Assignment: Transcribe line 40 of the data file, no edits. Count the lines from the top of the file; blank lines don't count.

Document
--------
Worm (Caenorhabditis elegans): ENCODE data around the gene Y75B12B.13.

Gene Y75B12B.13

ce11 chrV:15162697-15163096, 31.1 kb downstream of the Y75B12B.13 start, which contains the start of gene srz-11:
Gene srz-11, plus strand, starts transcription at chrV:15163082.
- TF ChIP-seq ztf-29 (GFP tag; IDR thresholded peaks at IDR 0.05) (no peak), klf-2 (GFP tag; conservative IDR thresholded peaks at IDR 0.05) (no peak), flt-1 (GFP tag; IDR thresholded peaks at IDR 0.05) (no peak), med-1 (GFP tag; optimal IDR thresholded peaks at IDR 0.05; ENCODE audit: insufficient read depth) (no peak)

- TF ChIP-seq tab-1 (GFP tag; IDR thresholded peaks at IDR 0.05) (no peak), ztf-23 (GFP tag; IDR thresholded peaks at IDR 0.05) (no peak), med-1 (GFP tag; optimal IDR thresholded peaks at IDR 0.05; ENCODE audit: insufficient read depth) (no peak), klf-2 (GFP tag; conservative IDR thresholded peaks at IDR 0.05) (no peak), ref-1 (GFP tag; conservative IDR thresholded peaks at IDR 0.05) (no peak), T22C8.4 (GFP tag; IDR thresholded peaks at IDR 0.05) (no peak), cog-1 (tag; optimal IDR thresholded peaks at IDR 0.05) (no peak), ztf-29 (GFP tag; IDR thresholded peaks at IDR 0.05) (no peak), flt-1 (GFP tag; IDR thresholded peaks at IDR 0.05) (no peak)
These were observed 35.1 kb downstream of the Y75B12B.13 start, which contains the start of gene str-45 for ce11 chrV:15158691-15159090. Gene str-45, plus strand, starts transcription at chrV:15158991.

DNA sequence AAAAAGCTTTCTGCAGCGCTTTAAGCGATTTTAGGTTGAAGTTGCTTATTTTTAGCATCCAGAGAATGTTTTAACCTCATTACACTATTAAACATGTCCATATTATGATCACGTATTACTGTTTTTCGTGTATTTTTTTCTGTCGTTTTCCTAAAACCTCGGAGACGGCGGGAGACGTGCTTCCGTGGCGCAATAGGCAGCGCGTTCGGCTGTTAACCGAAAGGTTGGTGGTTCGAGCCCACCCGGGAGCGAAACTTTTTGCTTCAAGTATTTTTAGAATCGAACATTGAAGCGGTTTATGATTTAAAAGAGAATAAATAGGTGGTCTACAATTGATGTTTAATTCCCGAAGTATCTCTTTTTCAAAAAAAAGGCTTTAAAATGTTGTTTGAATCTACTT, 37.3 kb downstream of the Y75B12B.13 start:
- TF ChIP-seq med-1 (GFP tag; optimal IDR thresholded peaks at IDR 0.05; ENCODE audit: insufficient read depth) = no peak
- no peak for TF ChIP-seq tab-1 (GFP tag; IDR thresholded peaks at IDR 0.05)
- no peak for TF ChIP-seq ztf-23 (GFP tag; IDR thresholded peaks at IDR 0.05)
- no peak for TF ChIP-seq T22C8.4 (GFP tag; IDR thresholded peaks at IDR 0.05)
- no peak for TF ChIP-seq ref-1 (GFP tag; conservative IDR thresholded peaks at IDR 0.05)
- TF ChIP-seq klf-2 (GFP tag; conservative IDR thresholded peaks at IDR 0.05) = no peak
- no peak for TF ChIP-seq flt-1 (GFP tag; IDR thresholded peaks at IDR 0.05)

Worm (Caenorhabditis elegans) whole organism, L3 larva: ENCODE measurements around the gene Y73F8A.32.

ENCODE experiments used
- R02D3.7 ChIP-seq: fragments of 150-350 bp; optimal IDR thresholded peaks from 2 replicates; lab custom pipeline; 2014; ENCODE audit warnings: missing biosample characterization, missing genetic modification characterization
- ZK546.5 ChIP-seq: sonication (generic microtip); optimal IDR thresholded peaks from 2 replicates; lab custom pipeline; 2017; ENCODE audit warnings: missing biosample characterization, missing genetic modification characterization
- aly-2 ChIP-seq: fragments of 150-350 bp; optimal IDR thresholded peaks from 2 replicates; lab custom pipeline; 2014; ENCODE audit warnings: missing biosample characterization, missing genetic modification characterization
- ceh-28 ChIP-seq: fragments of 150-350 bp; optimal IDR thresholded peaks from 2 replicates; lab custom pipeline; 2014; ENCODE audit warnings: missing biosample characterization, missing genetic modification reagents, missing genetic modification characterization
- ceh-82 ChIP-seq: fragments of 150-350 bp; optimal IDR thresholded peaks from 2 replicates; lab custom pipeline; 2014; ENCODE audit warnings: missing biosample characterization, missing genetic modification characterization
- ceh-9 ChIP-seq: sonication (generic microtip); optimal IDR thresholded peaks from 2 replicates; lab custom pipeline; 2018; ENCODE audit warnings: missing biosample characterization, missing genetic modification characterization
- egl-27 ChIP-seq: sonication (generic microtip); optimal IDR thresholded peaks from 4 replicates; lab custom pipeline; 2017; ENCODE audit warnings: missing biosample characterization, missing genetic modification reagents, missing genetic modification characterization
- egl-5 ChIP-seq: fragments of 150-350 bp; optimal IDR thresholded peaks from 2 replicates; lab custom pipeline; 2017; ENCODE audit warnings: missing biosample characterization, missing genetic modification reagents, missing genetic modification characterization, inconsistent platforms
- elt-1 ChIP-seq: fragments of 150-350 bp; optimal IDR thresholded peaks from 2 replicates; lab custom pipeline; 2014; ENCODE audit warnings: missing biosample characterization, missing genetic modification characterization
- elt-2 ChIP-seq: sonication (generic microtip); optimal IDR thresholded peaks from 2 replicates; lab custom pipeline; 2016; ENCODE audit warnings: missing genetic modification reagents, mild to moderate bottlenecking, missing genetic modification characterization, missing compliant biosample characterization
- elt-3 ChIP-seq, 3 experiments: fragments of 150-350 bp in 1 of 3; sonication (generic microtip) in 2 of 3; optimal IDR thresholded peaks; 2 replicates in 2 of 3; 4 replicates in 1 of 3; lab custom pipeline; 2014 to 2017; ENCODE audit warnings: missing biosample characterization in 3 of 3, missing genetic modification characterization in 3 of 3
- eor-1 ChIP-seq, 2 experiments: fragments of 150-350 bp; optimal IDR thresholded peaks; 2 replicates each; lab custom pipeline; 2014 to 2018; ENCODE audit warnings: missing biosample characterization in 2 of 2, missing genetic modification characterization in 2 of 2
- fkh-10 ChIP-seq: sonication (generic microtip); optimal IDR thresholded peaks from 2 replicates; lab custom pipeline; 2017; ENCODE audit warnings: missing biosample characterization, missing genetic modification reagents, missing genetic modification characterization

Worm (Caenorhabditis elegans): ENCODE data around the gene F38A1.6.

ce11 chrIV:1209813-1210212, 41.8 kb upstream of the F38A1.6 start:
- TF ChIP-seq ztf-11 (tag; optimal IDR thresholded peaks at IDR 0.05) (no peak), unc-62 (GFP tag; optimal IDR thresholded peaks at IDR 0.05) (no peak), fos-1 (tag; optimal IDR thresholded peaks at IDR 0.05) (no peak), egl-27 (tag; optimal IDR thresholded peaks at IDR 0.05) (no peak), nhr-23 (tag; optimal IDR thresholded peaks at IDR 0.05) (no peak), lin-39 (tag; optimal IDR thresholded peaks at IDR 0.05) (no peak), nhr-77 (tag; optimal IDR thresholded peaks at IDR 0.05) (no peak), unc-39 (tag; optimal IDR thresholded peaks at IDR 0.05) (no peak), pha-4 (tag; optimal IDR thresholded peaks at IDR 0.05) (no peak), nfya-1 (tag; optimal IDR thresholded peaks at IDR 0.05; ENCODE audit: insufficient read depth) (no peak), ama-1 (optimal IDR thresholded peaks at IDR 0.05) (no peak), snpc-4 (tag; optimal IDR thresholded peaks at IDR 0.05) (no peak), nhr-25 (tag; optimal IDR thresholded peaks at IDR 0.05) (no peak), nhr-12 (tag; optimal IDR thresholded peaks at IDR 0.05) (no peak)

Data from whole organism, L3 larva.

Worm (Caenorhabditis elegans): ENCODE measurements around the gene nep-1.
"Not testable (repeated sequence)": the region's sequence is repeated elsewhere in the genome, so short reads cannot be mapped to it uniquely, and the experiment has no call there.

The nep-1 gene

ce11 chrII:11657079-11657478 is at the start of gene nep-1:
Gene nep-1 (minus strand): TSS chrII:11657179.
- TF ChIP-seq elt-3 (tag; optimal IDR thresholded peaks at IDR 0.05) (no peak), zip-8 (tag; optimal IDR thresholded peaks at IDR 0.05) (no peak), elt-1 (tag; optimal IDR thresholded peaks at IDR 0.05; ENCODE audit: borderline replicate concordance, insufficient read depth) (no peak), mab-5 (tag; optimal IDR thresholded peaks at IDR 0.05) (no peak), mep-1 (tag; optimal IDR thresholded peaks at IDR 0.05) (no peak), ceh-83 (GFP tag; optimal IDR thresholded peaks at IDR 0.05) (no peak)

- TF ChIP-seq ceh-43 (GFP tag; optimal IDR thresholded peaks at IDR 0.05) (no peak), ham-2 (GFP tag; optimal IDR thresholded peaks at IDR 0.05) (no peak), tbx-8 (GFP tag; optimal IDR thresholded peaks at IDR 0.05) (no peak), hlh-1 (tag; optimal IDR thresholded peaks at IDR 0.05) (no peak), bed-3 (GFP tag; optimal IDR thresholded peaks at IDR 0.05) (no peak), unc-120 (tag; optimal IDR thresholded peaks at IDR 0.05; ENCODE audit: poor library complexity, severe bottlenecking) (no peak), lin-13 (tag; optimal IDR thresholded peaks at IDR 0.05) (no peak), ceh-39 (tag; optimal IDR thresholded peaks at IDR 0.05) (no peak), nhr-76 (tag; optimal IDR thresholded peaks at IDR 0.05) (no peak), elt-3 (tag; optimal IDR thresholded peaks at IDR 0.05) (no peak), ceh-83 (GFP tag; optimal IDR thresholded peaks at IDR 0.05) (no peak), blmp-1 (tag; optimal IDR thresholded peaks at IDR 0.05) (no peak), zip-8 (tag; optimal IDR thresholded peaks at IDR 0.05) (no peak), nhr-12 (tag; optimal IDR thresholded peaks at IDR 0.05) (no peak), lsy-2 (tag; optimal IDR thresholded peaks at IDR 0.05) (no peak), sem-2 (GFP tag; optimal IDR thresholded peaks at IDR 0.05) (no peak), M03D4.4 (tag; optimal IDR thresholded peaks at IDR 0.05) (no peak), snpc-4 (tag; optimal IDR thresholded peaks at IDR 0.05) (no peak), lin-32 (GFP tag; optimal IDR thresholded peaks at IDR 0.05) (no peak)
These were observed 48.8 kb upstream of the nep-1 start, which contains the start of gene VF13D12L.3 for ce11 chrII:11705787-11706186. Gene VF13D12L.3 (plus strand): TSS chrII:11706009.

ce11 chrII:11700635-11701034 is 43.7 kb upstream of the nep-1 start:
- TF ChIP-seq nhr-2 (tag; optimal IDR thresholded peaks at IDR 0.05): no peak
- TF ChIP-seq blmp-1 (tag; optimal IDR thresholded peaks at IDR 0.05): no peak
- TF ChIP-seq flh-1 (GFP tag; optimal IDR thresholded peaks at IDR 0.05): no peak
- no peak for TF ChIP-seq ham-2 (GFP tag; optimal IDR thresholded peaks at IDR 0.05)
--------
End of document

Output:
- TF ChIP-seq elt-3 (tag; optimal IDR thresholded peaks at IDR 0.05) (no peak), zip-8 (tag; optimal IDR thresholded peaks at IDR 0.05) (no peak), elt-1 (tag; optimal IDR thresholded peaks at IDR 0.05; ENCODE audit: borderline replicate concordance, insufficient read depth) (no peak), mab-5 (tag; optimal IDR thresholded peaks at IDR 0.05) (no peak), mep-1 (tag; optimal IDR thresholded peaks at IDR 0.05) (no peak), ceh-83 (GFP tag; optimal IDR thresholded peaks at IDR 0.05) (no peak)